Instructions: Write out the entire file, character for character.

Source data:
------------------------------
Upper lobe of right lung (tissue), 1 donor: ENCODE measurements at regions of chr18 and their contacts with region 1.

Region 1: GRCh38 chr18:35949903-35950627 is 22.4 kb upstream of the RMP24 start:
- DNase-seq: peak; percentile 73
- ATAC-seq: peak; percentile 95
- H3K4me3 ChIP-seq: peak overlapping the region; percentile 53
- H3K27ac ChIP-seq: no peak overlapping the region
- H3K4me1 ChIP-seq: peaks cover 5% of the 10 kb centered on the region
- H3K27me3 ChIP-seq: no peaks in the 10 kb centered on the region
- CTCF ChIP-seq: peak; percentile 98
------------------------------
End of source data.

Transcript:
Upper lobe of right lung (tissue), 1 donor: ENCODE measurements at regions of chr18 and their contacts with region 1.

Region 1: GRCh38 chr18:35949903-35950627 is 22.4 kb upstream of the RMP24 start:
- DNase-seq: peak; percentile 73
- ATAC-seq: peak; percentile 95
- H3K4me3 ChIP-seq: peak overlapping the region; percentile 53
- H3K27ac ChIP-seq: no peak overlapping the region
- H3K4me1 ChIP-seq: peaks cover 5% of the 10 kb centered on the region
- H3K27me3 ChIP-seq: no peaks in the 10 kb centered on the region
- CTCF ChIP-seq: peak; percentile 98